Moody’s seeks market feedback on carbon transition risk tool

Framework targets sectors vulnerable to the carbon transition

Moody’s, the credit ratings agency which recently closed a €50m takeover of ESG research house Vigeo Eiris, is seeking market feedback on a proposed framework for carbon transition assessments (CTAs) of non-financial companies operating in sectors deemed as having “high” or “very high” transition risk.

Carbon transition risk is described as “the implications of the policy, legal, technology and market changes likely to be associated with a transition to a lower-carbon economy”. An oil producer, for example, may face the risk of higher taxes, competition from renewable energy providers and mounting consumer action to reduce exploration and extraction activities.

Crucially, Moody’s framework will also recognise companies that are well-positioned to capitalise from the carbon transition, such as producers of renewable energy.

The point person for the initiative is James Leaton, the former Research Director at Carbon Tracker who joined Moody’s last year.

CTAs are scored on a 10-point scale. Issuers with the highest scores demonstrate “advanced positioning”, while the lower scores indicate “poor positioning” and business models which are “fundamentally threatened” by the carbon transition.

Companies will be assessed relative to their sector by way of a sector-specific scorecard – Moody’s have included a scorecard for the global automobile industry as an example for feedback alongside the framework.

While CTAs are not considered as having any direct impact on credit ratings, the assessment will be available to Moody’s clients as a supplement to credit assessments – to provide a more comprehensive measure of credit quality.The framework will make use of third-party data sources to augment company disclosures. Assessments of carmakers, for example, incorporate data from providers such as Bloomberg New Energy Finance and industry data group Wards.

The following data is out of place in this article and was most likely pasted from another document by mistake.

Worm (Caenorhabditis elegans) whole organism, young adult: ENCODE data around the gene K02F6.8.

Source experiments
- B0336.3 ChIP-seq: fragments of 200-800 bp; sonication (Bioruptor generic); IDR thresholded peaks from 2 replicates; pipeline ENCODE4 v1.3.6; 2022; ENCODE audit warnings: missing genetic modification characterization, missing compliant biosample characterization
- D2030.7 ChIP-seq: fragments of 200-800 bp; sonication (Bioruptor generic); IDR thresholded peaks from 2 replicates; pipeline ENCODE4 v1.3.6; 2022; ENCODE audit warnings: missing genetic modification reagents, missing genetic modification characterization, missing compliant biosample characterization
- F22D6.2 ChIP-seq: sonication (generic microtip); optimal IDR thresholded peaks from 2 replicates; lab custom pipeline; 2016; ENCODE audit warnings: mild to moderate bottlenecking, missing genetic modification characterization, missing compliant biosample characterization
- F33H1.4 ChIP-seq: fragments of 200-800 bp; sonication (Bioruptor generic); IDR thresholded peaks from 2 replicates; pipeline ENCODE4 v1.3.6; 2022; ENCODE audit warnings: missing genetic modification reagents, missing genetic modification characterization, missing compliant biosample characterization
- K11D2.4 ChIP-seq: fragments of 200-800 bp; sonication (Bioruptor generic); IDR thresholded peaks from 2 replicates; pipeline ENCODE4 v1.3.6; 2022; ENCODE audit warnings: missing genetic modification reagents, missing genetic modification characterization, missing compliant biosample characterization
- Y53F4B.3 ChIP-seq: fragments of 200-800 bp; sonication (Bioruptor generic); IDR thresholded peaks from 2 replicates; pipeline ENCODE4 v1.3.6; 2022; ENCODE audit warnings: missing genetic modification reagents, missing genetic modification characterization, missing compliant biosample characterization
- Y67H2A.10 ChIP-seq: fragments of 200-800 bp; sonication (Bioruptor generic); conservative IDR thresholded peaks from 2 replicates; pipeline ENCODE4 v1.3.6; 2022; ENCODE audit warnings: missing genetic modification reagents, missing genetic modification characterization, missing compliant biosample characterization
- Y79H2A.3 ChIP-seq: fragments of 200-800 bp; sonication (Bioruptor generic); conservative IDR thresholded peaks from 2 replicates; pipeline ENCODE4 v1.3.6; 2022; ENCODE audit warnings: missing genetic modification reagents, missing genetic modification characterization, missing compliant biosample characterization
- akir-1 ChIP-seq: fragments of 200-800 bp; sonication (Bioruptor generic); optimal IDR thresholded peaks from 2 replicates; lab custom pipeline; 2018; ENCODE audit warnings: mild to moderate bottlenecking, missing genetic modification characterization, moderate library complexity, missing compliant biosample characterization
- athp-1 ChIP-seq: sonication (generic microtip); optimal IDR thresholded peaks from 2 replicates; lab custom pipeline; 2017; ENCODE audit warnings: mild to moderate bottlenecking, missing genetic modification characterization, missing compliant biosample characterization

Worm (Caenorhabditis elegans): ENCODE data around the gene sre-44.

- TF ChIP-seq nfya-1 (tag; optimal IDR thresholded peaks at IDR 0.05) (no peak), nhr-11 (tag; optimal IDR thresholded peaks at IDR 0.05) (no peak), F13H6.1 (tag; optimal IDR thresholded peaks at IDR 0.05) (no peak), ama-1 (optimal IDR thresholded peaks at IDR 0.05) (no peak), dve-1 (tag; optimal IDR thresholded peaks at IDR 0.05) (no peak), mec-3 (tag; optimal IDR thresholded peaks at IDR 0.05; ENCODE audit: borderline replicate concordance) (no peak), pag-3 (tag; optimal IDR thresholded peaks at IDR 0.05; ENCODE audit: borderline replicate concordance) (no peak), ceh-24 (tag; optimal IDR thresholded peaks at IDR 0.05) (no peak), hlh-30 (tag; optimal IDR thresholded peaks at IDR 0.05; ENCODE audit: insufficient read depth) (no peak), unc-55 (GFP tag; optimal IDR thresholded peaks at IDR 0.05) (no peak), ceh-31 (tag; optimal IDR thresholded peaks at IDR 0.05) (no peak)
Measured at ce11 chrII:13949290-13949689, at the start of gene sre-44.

Moody’s proposed CTA framework is underpinned by the recommendations of the Task Force on Climate-related Financial Disclosure (TCFD) – Moody’s is a member – which include assessing a company’s resilience against a number of climate warming scenarios. To this end, the framework assumes a rapid carbon transition in line with the Paris-agreed goal of limiting global temperature rise to under 2 degrees.

Sector-specific CTAs are the culmination of an exercise to identify sectors with significant exposure to carbon transition risk which Moody’s began in 2015. Subsequently, 11 sectors were identified including coal mining, shipping, building materials and steel.

While the framework is aimed at companies operating in these high-risk sectors, Moody’s say that financial institutions will be able to gauge their carbon transition risk as part of broader credit assessments.

Moody’s did not tap into the capabilities of Vigeo Eiris during the development of the framework due to the long-standing nature of the project.

The request for feedback comes after a recent flurry of activity among credit ratings agencies (CRAs) to prioritise ESG-related risks.

S&P is developing a standalone ESG assessment for issuers which will assess climate disclosures against the TCFD recommendations, while Moody’s itself has published its methodology for assessing ESG risks in credit analysis. Fitch has published an opinion on the “relevance” of various ESG issues on credit scores and signed up to the PRI last year.

Respondents are invited to submit their feedback by July 6.